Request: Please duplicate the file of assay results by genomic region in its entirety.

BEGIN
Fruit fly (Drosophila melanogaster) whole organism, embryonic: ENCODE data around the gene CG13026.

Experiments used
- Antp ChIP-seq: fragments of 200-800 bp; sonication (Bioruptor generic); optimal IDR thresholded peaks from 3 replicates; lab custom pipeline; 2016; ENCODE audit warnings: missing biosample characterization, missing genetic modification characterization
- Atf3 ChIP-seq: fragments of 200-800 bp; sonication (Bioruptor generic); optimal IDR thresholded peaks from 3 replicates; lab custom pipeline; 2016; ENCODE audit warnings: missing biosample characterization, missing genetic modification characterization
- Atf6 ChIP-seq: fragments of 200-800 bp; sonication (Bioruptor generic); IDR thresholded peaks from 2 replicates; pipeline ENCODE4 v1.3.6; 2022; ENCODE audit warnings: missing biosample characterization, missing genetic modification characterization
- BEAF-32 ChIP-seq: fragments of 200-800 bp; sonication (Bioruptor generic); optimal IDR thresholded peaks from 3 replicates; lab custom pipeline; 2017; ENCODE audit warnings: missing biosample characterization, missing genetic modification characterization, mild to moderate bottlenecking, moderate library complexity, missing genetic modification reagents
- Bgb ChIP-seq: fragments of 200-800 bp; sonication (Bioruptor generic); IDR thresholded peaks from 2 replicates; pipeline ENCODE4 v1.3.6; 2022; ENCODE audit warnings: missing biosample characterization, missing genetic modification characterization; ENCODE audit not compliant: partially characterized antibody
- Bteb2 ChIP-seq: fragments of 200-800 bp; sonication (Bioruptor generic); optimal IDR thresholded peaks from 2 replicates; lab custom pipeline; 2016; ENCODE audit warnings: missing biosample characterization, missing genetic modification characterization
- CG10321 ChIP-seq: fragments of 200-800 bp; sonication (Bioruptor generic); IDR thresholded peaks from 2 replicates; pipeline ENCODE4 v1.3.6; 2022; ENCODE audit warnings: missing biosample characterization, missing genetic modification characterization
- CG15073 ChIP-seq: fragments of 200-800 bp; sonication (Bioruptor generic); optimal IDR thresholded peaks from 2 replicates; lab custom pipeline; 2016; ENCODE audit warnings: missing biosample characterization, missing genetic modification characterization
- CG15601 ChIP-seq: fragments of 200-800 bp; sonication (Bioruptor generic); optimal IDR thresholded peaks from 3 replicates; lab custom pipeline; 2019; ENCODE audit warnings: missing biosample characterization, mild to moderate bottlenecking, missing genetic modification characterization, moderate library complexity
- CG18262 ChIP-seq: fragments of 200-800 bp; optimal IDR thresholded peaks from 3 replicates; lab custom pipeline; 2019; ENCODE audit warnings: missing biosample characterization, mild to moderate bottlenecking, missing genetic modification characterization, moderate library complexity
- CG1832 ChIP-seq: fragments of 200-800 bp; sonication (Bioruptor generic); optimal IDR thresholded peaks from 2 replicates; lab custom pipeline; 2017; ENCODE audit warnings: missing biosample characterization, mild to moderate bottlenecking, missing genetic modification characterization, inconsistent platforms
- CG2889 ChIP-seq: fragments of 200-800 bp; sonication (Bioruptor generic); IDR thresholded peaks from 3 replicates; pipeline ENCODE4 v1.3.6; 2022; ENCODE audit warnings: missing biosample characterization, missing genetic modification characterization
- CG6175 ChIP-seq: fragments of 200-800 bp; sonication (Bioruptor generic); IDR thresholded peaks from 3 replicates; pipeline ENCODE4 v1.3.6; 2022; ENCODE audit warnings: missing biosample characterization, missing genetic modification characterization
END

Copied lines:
Fruit fly (Drosophila melanogaster) whole organism, embryonic: ENCODE data around the gene CG13026.

Experiments used
- Antp ChIP-seq: fragments of 200-800 bp; sonication (Bioruptor generic); optimal IDR thresholded peaks from 3 replicates; lab custom pipeline; 2016; ENCODE audit warnings: missing biosample characterization, missing genetic modification characterization
- Atf3 ChIP-seq: fragments of 200-800 bp; sonication (Bioruptor generic); optimal IDR thresholded peaks from 3 replicates; lab custom pipeline; 2016; ENCODE audit warnings: missing biosample characterization, missing genetic modification characterization
- Atf6 ChIP-seq: fragments of 200-800 bp; sonication (Bioruptor generic); IDR thresholded peaks from 2 replicates; pipeline ENCODE4 v1.3.6; 2022; ENCODE audit warnings: missing biosample characterization, missing genetic modification characterization
- BEAF-32 ChIP-seq: fragments of 200-800 bp; sonication (Bioruptor generic); optimal IDR thresholded peaks from 3 replicates; lab custom pipeline; 2017; ENCODE audit warnings: missing biosample characterization, missing genetic modification characterization, mild to moderate bottlenecking, moderate library complexity, missing genetic modification reagents
- Bgb ChIP-seq: fragments of 200-800 bp; sonication (Bioruptor generic); IDR thresholded peaks from 2 replicates; pipeline ENCODE4 v1.3.6; 2022; ENCODE audit warnings: missing biosample characterization, missing genetic modification characterization; ENCODE audit not compliant: partially characterized antibody
- Bteb2 ChIP-seq: fragments of 200-800 bp; sonication (Bioruptor generic); optimal IDR thresholded peaks from 2 replicates; lab custom pipeline; 2016; ENCODE audit warnings: missing biosample characterization, missing genetic modification characterization
- CG10321 ChIP-seq: fragments of 200-800 bp; sonication (Bioruptor generic); IDR thresholded peaks from 2 replicates; pipeline ENCODE4 v1.3.6; 2022; ENCODE audit warnings: missing biosample characterization, missing genetic modification characterization
- CG15073 ChIP-seq: fragments of 200-800 bp; sonication (Bioruptor generic); optimal IDR thresholded peaks from 2 replicates; lab custom pipeline; 2016; ENCODE audit warnings: missing biosample characterization, missing genetic modification characterization
- CG15601 ChIP-seq: fragments of 200-800 bp; sonication (Bioruptor generic); optimal IDR thresholded peaks from 3 replicates; lab custom pipeline; 2019; ENCODE audit warnings: missing biosample characterization, mild to moderate bottlenecking, missing genetic modification characterization, moderate library complexity
- CG18262 ChIP-seq: fragments of 200-800 bp; optimal IDR thresholded peaks from 3 replicates; lab custom pipeline; 2019; ENCODE audit warnings: missing biosample characterization, mild to moderate bottlenecking, missing genetic modification characterization, moderate library complexity
- CG1832 ChIP-seq: fragments of 200-800 bp; sonication (Bioruptor generic); optimal IDR thresholded peaks from 2 replicates; lab custom pipeline; 2017; ENCODE audit warnings: missing biosample characterization, mild to moderate bottlenecking, missing genetic modification characterization, inconsistent platforms
- CG2889 ChIP-seq: fragments of 200-800 bp; sonication (Bioruptor generic); IDR thresholded peaks from 3 replicates; pipeline ENCODE4 v1.3.6; 2022; ENCODE audit warnings: missing biosample characterization, missing genetic modification characterization
- CG6175 ChIP-seq: fragments of 200-800 bp; sonication (Bioruptor generic); IDR thresholded peaks from 3 replicates; pipeline ENCODE4 v1.3.6; 2022; ENCODE audit warnings: missing biosample characterization, missing genetic modification characterization